Greek Police arrested the journalist who published the list with the names of 2,059 people who made $1.95 billion in deposits in the Geneva, Switzerland HSBC bank branch. The arrest took place at a house of a friend of the Greek journalist in the Northern suburbs of Athens around 11.30 a.m. on Oct. 28. As he was getting arrested Vaxevanis tweeted to his followers and asked them to help him “in this unlawful arrest.”
Greek police said that the prosecutor ordered the arrest of the investigative journalist and publisher of ‘Hot-Doc’ magazine because by publishing the list he violated the Greek laws on releasing private data.
“The prosecutor issued a warrant for Vaxevanis’s arrest because he published a list of names without special permission and violated the law on personal data,” a police official said. It’s not unlawful for Greeks to have accounts in another country as long as they are declared and taxes are paid on them.
‘Hot Doc,’ the magazine who leaked the list, stressed that people on the list should not be considered tax evaders unless it is proved they did not pay taxes on the deposits. “It is apparent that a large portion of deposits are not justified with the income of depositors. Proof is that most accounts were closed after the bank briefed on the data leaking.”
Vaxevanis wrote that he had received the list content on a USB memory stick “by somebody” who wrote to HOT DOC that s/he “believed that the list has been misused for political and economic purposes for two years.”
He was immediately released after his arrest for leaking the list that had been given to then Greek Finance Minister Papaconstantinou in 2010 by then French Finance Minister Christine Lagarade – now the head of the IMF. Papaconstantinou said he lost it and neither he nor his successor, Evangelos Venizelos, now the head of the PASOK Socialist, checked to see if there were any tax cheats on the list as the government was imposing brutal pay cuts, tax hikes and slashed pensions on Greek workers, pensioners and the poor.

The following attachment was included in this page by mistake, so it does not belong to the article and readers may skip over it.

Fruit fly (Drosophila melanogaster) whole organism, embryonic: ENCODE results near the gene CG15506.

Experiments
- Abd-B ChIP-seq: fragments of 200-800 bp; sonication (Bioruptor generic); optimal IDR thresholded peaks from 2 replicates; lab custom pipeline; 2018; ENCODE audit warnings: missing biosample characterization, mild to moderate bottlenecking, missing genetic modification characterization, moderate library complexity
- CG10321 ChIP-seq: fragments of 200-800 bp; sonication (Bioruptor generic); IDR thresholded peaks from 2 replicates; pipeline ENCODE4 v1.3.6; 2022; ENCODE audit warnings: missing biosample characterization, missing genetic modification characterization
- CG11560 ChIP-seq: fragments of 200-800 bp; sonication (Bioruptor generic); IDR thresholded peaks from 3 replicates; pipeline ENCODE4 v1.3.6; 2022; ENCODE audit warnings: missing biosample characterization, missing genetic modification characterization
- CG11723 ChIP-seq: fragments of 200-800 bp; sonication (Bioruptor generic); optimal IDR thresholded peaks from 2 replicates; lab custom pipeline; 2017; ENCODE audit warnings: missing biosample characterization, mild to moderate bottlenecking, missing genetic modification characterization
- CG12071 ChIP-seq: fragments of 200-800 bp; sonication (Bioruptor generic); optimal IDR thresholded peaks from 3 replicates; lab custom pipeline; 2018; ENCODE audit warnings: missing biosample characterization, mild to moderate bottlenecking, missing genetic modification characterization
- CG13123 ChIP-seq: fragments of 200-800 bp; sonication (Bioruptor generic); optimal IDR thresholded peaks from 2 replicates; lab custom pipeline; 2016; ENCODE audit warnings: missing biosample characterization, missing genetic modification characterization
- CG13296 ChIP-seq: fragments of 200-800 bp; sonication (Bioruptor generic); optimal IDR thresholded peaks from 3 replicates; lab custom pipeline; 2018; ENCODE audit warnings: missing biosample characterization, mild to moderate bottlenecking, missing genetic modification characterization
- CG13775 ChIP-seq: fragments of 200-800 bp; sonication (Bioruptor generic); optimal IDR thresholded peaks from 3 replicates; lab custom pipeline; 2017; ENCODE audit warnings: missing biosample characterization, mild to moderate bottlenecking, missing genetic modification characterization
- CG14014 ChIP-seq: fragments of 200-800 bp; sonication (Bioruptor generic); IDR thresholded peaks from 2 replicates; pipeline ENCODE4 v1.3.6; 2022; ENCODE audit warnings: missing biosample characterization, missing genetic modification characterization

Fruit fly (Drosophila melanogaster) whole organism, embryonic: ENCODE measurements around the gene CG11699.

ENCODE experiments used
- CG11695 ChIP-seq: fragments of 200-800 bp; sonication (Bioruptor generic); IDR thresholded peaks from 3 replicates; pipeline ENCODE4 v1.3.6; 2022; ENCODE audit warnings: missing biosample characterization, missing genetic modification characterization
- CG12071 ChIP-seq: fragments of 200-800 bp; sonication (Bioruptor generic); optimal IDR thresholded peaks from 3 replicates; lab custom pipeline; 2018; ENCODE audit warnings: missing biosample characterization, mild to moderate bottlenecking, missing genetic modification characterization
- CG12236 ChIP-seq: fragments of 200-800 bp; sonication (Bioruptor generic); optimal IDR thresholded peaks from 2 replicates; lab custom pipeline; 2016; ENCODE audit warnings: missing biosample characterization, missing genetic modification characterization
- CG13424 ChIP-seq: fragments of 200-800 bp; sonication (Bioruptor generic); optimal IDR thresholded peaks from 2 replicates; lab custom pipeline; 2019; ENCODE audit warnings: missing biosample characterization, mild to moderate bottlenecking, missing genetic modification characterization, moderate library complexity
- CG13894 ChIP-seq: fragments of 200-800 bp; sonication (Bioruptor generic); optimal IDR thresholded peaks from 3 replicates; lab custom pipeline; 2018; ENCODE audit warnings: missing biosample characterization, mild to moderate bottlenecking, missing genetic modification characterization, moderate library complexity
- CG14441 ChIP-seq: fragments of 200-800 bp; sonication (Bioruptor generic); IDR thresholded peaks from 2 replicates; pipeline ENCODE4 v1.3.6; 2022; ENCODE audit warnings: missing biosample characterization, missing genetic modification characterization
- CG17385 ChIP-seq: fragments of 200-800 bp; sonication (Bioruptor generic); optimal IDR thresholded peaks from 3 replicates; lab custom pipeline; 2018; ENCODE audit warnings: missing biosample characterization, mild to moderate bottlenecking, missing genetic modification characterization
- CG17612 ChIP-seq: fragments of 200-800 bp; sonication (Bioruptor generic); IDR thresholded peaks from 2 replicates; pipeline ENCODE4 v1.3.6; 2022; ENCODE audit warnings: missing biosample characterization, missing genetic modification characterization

He is to appear in court at noon on Oct. 29 when the date of his trial, on charges of violating laws relating to the privacy of personal data, is to be set, which critics said showed how fast the Greek government acted to quell a whistle blower while letting thousands of tax cheats escape. Vaxevanis noted how swift the justice system worked to apprehend him but has not prosecuted tax evaders.
Vaxevanis made several postings on his Twitter account before being taken in. “They’re entering my house with a prosecutor now, they’re arresting me. Spread the word.” He described the police surrounding the house of a friend where he was arrested, as “fascist militia.”
In an interview uploaded onto the Internet before his arrest, following the announcement that a warrant had been put out, he said he was being unfairly targeted. “Instead of arresting the tax evaders and the ministers who had the list in their hands, they are trying to arrest the truth and freedom of the press,” he said.
Watch the video with Vaxevanis’ response after the prosecutor ordered his arrest: